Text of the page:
One of them concerned the competing parental leave policies proposed by the Government and the Coalition. This is what was put to the respondents: "The Opposition leader Tony Abbott has proposed a scheme to give new parents 26 weeks leave at their normal rate of pay to be paid for by a 1.7 per cent levy on large companies. The Rudd Government plans to introduce a scheme to give new parents 18 weeks leave at the minimum wage rate paid for by the Government. Which scheme do you support more?"
Those polled plumped for the government scheme, 40–24, with 27 per cent favouring "neither". Interestingly, only 37 per cent of Coalition voters supported Abbott’s more generous scheme, suggesting that the policy has some opponents within the conservative base.
We now know there is at least one prominent conservative who opposes Abbott’s scheme: Peter Costello. The former treasurer used his regular Fairfax column to mount a stinging attack on both parental leave schemes, saving his most colourful invective for his former colleague. Abbott’s policy was a "Crocodile Dundee approach", he wrote, arguing that by attempting to outflank Labor on the left, Abbott was abandoning the core Liberal philosophy of lower taxes. Labor certainly enjoyed the intervention, making hay in Parliament at Tony Abbott’s expense.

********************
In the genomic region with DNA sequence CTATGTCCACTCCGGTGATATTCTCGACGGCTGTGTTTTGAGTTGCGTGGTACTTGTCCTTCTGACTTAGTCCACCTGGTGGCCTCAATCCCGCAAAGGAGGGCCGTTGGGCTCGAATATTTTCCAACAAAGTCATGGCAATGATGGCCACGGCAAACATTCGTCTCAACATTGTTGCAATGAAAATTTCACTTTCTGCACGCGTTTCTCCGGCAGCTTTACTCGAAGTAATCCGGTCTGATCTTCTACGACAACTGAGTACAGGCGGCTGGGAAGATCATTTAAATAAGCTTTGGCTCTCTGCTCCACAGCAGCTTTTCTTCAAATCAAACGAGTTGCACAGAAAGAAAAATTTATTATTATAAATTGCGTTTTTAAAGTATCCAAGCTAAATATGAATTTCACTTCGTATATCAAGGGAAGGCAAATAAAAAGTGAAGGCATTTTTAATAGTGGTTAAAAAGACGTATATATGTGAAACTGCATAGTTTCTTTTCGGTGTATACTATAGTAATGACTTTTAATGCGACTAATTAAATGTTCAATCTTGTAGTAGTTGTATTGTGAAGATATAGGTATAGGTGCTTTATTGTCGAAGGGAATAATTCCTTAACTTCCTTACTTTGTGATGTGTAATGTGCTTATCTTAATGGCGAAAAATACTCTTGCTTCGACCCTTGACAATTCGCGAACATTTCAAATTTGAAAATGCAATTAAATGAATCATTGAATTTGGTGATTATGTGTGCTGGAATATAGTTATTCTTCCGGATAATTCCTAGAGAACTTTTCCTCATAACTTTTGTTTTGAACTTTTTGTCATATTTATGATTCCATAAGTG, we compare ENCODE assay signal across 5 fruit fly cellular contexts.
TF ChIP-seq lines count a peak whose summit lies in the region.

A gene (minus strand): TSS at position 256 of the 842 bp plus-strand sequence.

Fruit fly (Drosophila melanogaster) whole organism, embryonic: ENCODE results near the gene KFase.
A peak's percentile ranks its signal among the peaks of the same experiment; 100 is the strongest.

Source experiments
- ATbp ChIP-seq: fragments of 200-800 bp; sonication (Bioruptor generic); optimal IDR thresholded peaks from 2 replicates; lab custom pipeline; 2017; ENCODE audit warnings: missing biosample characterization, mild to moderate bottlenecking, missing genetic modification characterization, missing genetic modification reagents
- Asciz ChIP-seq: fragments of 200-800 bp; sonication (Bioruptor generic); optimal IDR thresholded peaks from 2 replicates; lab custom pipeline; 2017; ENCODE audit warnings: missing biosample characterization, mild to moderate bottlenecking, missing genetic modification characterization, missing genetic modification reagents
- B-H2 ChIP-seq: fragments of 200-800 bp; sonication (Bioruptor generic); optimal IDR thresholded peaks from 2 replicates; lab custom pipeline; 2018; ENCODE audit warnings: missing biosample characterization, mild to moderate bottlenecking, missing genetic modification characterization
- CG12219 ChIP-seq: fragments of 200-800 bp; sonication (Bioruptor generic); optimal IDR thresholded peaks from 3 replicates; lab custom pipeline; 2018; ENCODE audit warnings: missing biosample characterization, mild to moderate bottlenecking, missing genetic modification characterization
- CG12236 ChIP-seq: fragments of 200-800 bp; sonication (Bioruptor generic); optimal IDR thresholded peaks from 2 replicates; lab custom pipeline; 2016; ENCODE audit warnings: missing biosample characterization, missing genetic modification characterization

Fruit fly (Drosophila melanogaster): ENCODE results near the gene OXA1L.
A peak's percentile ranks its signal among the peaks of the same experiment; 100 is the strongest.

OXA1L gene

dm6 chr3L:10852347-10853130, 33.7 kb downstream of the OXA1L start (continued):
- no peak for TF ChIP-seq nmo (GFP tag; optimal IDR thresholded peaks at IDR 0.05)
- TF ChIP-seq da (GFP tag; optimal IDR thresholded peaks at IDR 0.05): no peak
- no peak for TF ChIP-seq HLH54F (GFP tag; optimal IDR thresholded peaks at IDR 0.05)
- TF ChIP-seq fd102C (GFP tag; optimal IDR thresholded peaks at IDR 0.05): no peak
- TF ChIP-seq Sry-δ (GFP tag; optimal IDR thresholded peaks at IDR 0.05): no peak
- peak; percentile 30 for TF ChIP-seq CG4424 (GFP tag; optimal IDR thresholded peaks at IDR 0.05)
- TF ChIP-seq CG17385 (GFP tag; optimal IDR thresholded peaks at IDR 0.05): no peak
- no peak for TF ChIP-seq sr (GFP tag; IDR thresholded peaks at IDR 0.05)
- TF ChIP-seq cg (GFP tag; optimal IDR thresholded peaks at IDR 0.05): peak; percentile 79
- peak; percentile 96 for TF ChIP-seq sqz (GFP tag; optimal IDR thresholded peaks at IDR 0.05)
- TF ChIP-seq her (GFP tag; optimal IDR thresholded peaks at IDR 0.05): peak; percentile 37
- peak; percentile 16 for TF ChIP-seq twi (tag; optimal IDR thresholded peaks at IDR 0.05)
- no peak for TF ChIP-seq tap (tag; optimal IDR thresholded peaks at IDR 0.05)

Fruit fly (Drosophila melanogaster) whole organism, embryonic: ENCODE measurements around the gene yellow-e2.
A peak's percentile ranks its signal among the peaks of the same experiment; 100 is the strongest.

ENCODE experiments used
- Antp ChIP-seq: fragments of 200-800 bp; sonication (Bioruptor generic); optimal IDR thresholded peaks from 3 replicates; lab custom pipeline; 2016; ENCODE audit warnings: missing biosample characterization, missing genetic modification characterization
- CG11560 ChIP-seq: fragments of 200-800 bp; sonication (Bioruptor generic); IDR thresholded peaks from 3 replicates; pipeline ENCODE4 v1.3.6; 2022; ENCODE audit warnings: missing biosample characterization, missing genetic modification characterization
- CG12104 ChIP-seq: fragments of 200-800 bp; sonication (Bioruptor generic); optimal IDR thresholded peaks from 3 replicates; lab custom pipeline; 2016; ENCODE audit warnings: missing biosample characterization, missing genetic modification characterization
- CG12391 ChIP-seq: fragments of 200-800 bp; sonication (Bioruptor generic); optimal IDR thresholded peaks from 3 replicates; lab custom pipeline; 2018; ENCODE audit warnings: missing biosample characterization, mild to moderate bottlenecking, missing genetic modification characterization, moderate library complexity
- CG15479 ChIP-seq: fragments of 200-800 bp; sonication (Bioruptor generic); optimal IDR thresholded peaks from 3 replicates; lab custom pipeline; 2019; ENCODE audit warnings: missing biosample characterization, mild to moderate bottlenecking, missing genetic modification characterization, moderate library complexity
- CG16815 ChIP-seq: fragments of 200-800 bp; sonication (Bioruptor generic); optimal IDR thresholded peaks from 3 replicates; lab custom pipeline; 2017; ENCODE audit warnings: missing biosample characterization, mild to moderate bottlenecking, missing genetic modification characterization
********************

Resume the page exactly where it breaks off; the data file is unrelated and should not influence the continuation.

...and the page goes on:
With an election year now in full swing, Labor has taken the gloves off.
One measure of how seriously Labor’s key strategists are taking Abbott’s challenge is that the party is already running TV advertisements attacking Abbott’s record as health minister, claiming he "ripped $1 billion dollars" out of public hospital funding. It’s a claim with some validity: while federal hospitals funding increased in nominal terms during the Howard government, it fell as a percentage of the total pie. But ordinary voters won’t look up the Budget Papers: they’ll simply follow their instincts, and the polls tell us that voters strongly favour Labor on the issue of health.